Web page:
BOOK TEN: 1812
20. CHAPTER XX
"I would go with you but on my honor I'm up to here"- and he pointed
to his throat. "I'm galloping to the commander of the corps. How do
matters stand?... You know, Count, there'll be a battle tomorrow.
Out of an army of a hundred thousand we must expect at least twenty
thousand wounded, and we haven't stretchers, or bunks, or dressers, or
doctors enough for six thousand. We have ten thousand carts, but we
need other things as well- we must manage as best we can!"
The strange thought that of the thousands of men, young and old, who
had stared with merry surprise at his hat (perhaps the very men he had
noticed), twenty thousand were inevitably doomed to wounds and death
"They may die tomorrow; why are they thinking of anything but
death?" And by some latent sequence of thought the descent of the
Mozhaysk hill, the carts with the wounded, the ringing bells, the
slanting rays of the sun, and the songs of the cavalrymen vividly
recurred to his mind.
"The cavalry ride to battle and meet the wounded and do not for a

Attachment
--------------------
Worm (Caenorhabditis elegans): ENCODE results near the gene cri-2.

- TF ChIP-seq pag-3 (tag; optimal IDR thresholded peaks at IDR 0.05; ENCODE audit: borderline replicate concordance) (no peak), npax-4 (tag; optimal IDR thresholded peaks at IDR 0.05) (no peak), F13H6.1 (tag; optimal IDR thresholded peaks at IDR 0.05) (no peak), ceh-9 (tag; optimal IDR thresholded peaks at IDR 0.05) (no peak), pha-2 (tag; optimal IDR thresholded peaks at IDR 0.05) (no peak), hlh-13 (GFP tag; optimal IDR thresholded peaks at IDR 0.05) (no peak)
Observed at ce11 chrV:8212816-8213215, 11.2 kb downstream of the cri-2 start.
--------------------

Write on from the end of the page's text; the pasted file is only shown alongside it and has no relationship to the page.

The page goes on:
moment think of what awaits them, but pass by, winking at the wounded.
Yet from among these men twenty thousand are doomed to die, and they
wonder at my hat! Strange!" thought Pierre, continuing his way to
In front of a landowner's house to the left of the road stood
carriages, wagons, and crowds of orderlies and sentinels. The
commander in chief was putting up there, but just when Pierre
arrived he was not in and hardly any of the staff were there- they had
gone to the church service. Pierre drove on toward Gorki.
When he had ascended the hill and reached the little village street,
he saw for the first time peasant militiamen in their white shirts and
with crosses on their caps, who, talking and laughing loudly, animated
and perspiring, were at work on a huge knoll overgrown with grass to
the right of the road.
Some of them were digging, others were wheeling barrowloads of earth
along planks, while others stood about doing nothing.